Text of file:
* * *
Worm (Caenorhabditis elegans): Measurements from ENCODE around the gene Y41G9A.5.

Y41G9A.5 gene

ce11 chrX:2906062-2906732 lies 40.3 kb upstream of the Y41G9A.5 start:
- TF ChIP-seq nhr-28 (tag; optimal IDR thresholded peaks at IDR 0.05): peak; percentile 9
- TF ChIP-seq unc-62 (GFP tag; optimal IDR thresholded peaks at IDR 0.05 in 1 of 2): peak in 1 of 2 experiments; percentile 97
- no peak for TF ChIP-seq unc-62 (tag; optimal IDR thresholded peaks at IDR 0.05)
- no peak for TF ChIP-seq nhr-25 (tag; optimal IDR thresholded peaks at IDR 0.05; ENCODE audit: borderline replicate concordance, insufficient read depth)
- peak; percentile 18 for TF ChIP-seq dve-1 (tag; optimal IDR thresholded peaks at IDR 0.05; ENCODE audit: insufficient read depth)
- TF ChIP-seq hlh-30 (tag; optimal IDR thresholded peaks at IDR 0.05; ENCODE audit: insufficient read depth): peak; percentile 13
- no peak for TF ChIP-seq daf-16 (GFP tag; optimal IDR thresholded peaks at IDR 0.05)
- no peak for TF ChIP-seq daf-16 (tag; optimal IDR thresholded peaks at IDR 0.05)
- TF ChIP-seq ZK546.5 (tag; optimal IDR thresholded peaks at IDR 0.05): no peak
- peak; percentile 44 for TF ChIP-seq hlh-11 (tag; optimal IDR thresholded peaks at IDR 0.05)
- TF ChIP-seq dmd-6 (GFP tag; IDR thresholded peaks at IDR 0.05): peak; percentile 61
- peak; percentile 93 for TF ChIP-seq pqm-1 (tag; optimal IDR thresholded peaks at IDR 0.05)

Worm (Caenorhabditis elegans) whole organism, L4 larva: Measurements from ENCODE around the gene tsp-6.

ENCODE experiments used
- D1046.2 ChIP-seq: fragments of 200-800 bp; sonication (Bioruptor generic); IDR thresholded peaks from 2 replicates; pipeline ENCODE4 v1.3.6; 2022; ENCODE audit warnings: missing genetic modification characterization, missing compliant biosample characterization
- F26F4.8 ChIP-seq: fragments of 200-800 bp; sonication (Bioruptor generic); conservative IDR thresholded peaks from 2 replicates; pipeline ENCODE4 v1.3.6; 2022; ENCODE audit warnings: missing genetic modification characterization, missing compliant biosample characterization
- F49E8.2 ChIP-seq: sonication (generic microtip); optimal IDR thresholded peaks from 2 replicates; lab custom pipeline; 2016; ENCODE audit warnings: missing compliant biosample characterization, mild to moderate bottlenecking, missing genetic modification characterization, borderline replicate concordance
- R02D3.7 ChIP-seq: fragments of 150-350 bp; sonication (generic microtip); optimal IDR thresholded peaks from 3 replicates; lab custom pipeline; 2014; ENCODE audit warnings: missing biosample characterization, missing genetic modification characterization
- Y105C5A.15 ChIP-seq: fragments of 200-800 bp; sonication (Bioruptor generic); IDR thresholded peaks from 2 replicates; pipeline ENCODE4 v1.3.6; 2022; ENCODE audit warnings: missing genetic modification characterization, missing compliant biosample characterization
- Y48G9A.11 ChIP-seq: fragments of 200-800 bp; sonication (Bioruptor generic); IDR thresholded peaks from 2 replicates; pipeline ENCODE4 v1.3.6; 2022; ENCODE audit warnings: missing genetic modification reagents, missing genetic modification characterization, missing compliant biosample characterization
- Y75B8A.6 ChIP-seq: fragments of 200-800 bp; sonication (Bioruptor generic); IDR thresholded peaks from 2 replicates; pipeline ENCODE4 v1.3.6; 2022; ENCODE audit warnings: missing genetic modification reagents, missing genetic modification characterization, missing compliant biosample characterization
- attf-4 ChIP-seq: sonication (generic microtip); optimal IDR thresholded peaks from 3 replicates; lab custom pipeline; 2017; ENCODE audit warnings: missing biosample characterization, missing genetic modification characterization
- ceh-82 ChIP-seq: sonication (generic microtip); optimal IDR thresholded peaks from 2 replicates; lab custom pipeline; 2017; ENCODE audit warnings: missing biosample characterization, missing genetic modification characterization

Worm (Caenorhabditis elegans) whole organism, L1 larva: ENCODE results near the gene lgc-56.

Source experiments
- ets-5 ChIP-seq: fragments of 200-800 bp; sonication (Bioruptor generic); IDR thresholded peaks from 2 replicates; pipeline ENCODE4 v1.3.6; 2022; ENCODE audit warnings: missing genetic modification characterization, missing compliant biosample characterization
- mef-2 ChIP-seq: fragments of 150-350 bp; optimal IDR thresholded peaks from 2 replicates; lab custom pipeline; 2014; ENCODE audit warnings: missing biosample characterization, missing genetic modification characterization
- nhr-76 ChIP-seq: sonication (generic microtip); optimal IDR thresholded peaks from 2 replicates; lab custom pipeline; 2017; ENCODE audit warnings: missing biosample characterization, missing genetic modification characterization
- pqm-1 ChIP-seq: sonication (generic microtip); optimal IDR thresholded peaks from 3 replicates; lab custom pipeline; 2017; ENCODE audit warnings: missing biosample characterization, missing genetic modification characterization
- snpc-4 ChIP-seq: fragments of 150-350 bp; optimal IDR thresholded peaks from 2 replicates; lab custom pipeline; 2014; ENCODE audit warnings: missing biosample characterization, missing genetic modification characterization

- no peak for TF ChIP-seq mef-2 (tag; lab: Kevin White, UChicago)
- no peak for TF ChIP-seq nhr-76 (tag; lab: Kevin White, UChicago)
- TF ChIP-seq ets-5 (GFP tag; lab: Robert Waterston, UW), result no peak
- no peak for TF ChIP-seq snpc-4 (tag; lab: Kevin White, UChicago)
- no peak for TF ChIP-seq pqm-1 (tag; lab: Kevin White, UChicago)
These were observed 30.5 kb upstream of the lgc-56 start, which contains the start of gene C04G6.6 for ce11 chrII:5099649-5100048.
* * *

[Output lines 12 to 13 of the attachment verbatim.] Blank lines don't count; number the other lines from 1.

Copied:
- TF ChIP-seq ZK546.5 (tag; optimal IDR thresholded peaks at IDR 0.05): no peak
- peak; percentile 44 for TF ChIP-seq hlh-11 (tag; optimal IDR thresholded peaks at IDR 0.05)